Pelhem et al link this lower trend in developed nations directly to the lower religiosity of these nations. The religious individual in the wealthier nation will find less acceptance and a smaller community of like-minded individuals with which to relate. In Latin American countries, for instance, the religious individual may rightly assume that any random person they meet will hold the same approximate values and sentiments as they do, but in wealthy nations, the religious individual is overtly discouraged from sharing their values and sentiments in the public forum.

Ultimately, religious people in poor countries experience less worry and less depression than wealthier countries, and roughly the same levels of sadness and anger – despite their poorer conditions. The only area in which wealthy nations trend higher is “enjoyment”. As one might expect.

There are many things that may be said about this. Skeptics of religion are likely to say that this data is demonstrative of the fact that religion is an invention to help people cope with difficulty. And that, as difficulty reduces, education and scientific inquiry take the place of superstition and mythology. Be that as it may, it’s worth noting that the religious believer in the poorer countries still have a higher overall fulfillment than the non-believer in a wealthy nation. So if science and education are filling the gap, they haven’t done an adequate job.

But Which Religion?

While these studies certainly look positive for the religious believer, it’s worth noting that no controls were taken for which religion. This doesn’t really help the cause of a particular religion if it is shown that any given religion could fill the same essential role in terms of giving purpose and meaning to life. It might demonstrate the importance of various behavioral practices, but not the veracity of any given belief.

For that information, it’s worth looking into additional data.

In their study on emotional satisfaction among indigenous religious communities, the Gallup institute found that sub-Sahara African countries stood out among the world. Within this region, three countries in particular showed particularly dramatic rates of religiosity and the associated satisfaction. These were Uganda, Ethiopia, and Burkina Faso.

While Islam has been a mainstay in Africa for around a millennia, Christianity has been on the rise and is now the dominant religion in this area. Thus its effects on the religious outlook of countries in this region are not insignificant.

So far as the three countries that stood out in these surveys, Uganda is currently four-fifths Christian, and Ethiopia is 63% Christian. Burkina Faso is only about a quarter Christian, with Islam still dominant.

It’s also worth noting that Christianity is represented in practically every country in the world, Christians make up 30% of the world’s population – such that, even in countries where some other religion is dominant, there will inevitably be at least some small subculture of Christians in representation. Consequently, the effect Christianity has on the data in these surveys is not inconsequential. Further, studies on the positive social and emotional effects of religion have almost entirely been conducted in countries with a strong Judeo-Christian tradition, and so tend to be biased in that direction. In a 2017 study by ten Kate, de Koster, and van der Waal, it was found that religious Muslims had a much lower life-satisfaction rating than the average secular person, while Catholics had a significantly higher life-satisfaction rating than the secular individual. Now this study was conducted in Holland, which is extremely secularized, so the religious population is relatively small. The study attributes the lower life satisfaction of Muslims to their underprivileged social position. The study does not control, however, for the fact that the religious residents are a very small subset of this culture, so Catholics may have a stronger traditional foothold, but are far from generally accepted in the culture. And as shown in the Gallup data, religious people living in secular cultures experience less overall positive effects from their religious affiliation than do religious people living in Third World Nations. Yet, still higher than secular residents do.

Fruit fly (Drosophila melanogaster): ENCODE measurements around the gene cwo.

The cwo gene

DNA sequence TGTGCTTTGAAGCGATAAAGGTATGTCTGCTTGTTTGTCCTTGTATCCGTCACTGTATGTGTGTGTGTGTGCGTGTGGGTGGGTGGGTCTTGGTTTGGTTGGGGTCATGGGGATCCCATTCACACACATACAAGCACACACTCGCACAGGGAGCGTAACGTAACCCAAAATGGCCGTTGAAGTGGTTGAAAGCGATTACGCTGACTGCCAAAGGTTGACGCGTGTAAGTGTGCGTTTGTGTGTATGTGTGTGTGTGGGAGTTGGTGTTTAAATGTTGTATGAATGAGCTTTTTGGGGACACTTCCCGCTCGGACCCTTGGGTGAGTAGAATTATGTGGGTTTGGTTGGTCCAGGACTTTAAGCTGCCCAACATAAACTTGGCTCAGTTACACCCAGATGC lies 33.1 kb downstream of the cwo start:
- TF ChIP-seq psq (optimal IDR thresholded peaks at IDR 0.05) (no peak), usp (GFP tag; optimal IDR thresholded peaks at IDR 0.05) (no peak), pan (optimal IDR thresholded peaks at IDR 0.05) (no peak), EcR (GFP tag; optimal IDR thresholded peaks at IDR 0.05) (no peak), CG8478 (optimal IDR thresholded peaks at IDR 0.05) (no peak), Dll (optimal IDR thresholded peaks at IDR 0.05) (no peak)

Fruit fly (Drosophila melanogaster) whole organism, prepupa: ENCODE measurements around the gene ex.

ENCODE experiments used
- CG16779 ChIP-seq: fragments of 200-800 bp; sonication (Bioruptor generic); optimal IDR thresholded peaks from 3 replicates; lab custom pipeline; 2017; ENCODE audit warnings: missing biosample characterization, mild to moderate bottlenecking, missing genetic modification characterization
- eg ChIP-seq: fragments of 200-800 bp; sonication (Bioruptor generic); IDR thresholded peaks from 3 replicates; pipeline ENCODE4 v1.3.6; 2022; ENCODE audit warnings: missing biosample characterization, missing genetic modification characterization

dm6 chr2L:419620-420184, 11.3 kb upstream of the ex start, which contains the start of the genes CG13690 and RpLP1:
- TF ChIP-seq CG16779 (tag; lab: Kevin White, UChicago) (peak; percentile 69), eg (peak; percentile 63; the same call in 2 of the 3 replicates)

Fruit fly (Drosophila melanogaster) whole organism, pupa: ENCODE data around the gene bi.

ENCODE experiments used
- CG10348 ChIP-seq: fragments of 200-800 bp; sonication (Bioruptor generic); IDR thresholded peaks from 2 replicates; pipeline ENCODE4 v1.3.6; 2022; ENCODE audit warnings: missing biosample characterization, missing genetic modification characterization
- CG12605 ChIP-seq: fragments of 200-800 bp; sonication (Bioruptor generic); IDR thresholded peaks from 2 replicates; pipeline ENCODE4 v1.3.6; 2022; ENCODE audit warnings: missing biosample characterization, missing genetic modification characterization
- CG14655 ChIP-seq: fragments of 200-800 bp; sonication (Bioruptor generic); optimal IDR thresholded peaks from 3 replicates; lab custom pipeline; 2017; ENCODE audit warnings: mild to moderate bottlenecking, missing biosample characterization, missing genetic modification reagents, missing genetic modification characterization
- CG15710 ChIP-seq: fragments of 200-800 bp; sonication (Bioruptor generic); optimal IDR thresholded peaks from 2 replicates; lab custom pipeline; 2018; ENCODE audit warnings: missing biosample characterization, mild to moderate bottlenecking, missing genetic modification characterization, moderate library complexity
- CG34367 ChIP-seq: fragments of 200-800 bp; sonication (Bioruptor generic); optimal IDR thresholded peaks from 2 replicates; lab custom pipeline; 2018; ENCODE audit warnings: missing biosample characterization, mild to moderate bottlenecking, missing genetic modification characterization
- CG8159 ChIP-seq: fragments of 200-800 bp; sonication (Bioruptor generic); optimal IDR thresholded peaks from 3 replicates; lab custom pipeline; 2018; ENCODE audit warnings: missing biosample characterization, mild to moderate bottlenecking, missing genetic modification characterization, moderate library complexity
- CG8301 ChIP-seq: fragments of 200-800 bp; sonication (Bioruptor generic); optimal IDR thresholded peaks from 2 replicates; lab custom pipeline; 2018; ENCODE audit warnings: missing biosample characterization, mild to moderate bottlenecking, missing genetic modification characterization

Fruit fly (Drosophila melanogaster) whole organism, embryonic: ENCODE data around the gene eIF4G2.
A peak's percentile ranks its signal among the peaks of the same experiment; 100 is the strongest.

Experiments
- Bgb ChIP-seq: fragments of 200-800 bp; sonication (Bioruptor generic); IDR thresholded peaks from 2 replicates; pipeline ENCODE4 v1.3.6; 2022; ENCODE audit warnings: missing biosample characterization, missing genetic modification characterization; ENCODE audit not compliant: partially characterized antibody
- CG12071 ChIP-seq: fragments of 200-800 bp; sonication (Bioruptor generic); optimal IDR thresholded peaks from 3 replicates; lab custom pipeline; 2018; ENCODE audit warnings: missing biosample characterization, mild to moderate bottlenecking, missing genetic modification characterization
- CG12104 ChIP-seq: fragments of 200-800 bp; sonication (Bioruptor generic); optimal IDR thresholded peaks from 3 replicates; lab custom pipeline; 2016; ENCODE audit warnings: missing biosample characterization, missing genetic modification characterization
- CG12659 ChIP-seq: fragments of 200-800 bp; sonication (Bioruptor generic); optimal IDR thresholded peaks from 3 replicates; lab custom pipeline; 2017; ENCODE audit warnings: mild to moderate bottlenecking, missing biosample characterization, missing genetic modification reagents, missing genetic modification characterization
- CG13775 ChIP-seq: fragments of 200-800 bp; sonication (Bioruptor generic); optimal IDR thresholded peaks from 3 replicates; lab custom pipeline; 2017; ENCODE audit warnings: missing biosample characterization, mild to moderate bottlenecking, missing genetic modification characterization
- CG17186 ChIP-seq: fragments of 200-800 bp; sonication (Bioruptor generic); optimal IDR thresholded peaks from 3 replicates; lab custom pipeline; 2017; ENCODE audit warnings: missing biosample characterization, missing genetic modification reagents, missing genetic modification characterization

In a UK study conducted between 2012 and 2015, Christians who regularly attended church were tied with Hindus for reporting the greatest levels and happiness and life satisfaction as compared to the non-religious and other religions.

Of course, regular church attendance seemed to be the key factor, as those Christians who did not attend regularly were only marginally higher than secular individuals in terms of life satisfaction.

Once again, this was linked to the social support structure received by members of the faith group. This is consistent with other studies which show things like lower rates of divorce, suicide, depression and even general illness from church attending Christians versus those who do not attend.

The paper "Religion and Well-Being" expands the positive benefits of religion beyond mere church attendance, saying that “intrinsic religiosity” is also a strong predictor for life satisfaction. This study was incredibly detailed, taking into account multiple sub-groups within religion and culture, and also examining various beliefs within these groups that directly contributed to outlook. Ultimately, the study concluded that, of the wide variety of subgroups studied, older people, Blacks, women, and Protestants are the most satisfied with life.

The study proposed that the lower rates of satisfaction among Catholics and Orthodox Jews may have related to things like intrinsic religious guilt, or a cultural longing for a homeland.

The Bottom Line

From all of this, one may conclude that – while belonging to a strongly supportive sub-culture with social supports is universally more beneficial to mental health, other factors such as frequency of attendance, cultural acceptance and specific religious beliefs about things like the afterlife and God’s love versus God’s wrath all contribute to higher levels of wellbeing.

So here is what one may conclude:

  • Wealth tends to discourage religion
  • The more religious a country is, the more religious individuals feel accepted
  • Participation in a like-minded community contributes to emotional well-being
  • Positive beliefs about God, personal worth and the afterlife contribute to emotional well-being
  • Of the various world religions, Christian religions tend to have more positive effects on emotional wellbeing, with Protestant religions scoring highest among Christian belief systems

May one conclude from this information that Christianity is true? No. What one may conclude is that the ideas and practices related to Protestantism are the most existentially satisfying of all the known belief systems in the world.